- Mother Jones reports that Manafort tried to help Deripaska secure a visa to the United States. The aluminum magnate had been denied entry to the United States at various points because of suspected ties to the Russian mafia.
- Rep. Devin Nunes, without briefing Rep. Adam Schiff (D-Calif.), his Democratic counterpart on the intelligence committee, or other members of the panel, calls a surprise press conference, announcing that he has seen evidence that the intelligence community "incidentally" picked up communications by Trump transition officials in the course of lawful surveillance on foreign parties. He claims that the names of Trump officials were "unmasked" and that "none of this surveillance was related to Russia."
- In a remarkable departure from intelligence committee norms, Nunes visits the White House to brief Trump on his findings. The president later says he feels "somewhat" vindicated by the information Nunes shared.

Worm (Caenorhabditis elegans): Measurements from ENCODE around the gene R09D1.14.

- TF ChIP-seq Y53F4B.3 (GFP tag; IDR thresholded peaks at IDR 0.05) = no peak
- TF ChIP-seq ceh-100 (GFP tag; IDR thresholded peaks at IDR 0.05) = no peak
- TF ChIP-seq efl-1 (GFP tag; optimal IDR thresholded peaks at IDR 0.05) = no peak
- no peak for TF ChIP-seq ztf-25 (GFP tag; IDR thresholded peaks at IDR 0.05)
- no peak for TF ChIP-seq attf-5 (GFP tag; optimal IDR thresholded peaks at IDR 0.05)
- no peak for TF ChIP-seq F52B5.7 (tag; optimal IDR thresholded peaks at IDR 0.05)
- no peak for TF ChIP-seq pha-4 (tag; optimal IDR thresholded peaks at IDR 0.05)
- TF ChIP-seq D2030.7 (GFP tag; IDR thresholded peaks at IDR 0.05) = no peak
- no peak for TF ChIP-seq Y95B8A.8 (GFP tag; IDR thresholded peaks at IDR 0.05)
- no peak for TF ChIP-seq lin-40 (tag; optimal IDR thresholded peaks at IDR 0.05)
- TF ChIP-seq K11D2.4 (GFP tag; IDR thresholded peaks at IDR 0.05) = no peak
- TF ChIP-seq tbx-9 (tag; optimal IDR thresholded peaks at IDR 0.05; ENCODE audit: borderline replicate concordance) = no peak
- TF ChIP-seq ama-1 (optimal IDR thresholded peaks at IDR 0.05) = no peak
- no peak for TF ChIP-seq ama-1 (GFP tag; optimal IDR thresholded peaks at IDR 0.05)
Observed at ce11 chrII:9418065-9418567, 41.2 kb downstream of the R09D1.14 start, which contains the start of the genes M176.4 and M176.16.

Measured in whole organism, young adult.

- Schiff releases a statement expressing "grave concerns" about Nunes' actions and casting doubt about whether a "credible investigation" can be conducted under these circumstances.
Today, Chairman Nunes shared information with WH still withheld from our committee. He cannot conduct a credible investigation this way. pic.twitter.com/wwrp7H7JWC
- Schiff tells MSNBC's Chuck Todd that there is "more than circumstantial evidence now" of potential collusion between Trump officials and Russian operatives.
- CNN, citing "US officials," reports that the "FBI has information that indicates associates of President Donald Trump communicated with suspected Russian operatives to possibly coordinate the release of information damaging to Hillary Clinton's campaign."